1970s – Health reimbursement accounts are developed to offset rising health care costs
One of the earliest forms of consumer-directed health care is the health reimbursement arrangement (HRA), also known as a health reimbursement account, which attempted to work around these rising costs. HRAs were conceived as a grand bargain between employers and employees to offset the growing cost of health coverage. HRAs are set up by the employer, and the employer contributes a specified amount to each participant's HRA.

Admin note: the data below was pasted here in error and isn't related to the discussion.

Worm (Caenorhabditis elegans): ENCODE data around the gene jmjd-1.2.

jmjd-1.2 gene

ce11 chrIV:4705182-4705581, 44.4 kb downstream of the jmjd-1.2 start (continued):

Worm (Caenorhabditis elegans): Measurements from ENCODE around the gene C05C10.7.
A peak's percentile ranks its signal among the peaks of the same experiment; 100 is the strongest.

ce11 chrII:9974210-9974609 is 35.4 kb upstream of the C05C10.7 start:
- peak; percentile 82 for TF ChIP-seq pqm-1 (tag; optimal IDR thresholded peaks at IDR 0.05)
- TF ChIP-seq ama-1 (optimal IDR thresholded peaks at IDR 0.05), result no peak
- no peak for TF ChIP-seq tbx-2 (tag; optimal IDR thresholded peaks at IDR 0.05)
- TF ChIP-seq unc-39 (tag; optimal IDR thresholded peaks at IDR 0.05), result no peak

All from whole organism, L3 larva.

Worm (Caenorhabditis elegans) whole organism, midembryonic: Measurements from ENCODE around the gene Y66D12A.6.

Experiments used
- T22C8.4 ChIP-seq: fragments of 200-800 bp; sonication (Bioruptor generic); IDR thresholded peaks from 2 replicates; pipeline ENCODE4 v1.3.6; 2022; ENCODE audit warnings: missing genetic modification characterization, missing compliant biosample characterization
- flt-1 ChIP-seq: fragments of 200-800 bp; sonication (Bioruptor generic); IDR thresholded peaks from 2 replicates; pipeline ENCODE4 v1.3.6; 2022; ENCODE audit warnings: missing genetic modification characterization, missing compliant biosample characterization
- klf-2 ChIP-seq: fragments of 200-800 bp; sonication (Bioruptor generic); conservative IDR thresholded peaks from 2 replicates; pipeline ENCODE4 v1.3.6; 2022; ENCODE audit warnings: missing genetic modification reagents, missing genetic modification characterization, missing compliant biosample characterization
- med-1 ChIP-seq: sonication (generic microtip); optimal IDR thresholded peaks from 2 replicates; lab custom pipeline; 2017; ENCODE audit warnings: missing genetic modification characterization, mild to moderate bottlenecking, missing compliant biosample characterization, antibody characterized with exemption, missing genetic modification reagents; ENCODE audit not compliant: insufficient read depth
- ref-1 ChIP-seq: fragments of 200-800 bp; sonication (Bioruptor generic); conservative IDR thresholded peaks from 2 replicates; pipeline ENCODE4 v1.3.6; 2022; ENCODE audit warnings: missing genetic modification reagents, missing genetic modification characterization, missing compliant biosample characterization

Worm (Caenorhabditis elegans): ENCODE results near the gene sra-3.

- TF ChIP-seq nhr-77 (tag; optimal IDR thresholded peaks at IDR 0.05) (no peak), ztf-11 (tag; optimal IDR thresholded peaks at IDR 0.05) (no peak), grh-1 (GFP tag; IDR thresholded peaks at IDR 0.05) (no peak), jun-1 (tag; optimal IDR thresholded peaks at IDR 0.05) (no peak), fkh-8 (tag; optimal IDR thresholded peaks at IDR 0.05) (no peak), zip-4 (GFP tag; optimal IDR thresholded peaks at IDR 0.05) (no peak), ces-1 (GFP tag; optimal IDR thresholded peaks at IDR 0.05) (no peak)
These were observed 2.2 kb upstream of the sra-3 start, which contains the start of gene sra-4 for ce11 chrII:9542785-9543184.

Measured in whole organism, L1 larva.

Employees can use these funds for qualifying products and services. HRA plan structure was largely left up to the employer, but they would typically cover deductibles, copayments and coinsurance payments to provide financial relief for employees.
Reimbursement payments through an HRA for medical expenses was a step in the right direction -- employers got additional tax relief and employees had more money to spend on qualified health expenses. But the tax relief was significantly greater for employers.